Allergic disease is a common health problem. Recent advances in understanding of the disease have led to the development of new approaches for treatment, including allergen specific immunotherapy.
The Kwok laboratory used class II tetramer reagents to study allergen epitope specific CD4+ T cells in peripheral blood of allergic individuals. The major objectives of this project are to use tetramer reagents for identifying T cell epitopes and to investigate changes of epitope specific T cells during immunotherapy. We propose that different epitope specific T cells have distinct roles in allergic disease.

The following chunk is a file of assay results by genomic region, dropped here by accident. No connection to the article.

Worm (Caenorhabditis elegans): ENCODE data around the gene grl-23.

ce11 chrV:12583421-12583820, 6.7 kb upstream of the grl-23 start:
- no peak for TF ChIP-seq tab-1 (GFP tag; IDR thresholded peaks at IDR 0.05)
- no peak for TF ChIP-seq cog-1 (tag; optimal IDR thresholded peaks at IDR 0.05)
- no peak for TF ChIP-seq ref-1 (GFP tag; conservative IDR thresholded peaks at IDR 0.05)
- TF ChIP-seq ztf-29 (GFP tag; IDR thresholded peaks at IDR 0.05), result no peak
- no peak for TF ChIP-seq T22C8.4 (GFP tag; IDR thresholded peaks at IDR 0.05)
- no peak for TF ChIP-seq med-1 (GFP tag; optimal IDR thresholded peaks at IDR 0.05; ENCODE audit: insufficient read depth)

Current projects include studies in grass pollen allergy, cat allergy, and peanut allergy. Clinical samples from these projects were obtained from the Immune Tolerance Network, and include samples from individuals that were being treated with oral immunotherapy for peanut allergy; sublingual immunotherapy and subcutaneous immunotherapy for people with grass pollen allergy; and biologics in combination with subcutaneous immunotherapy for subjects with cat allergy. Tracking these CD4+ T cells in allergic individuals during antigen specific immunotherapy will facilitate our understanding the roles of these T cells in the pathogenic process of the disease and advance the development of novel immunotherapy.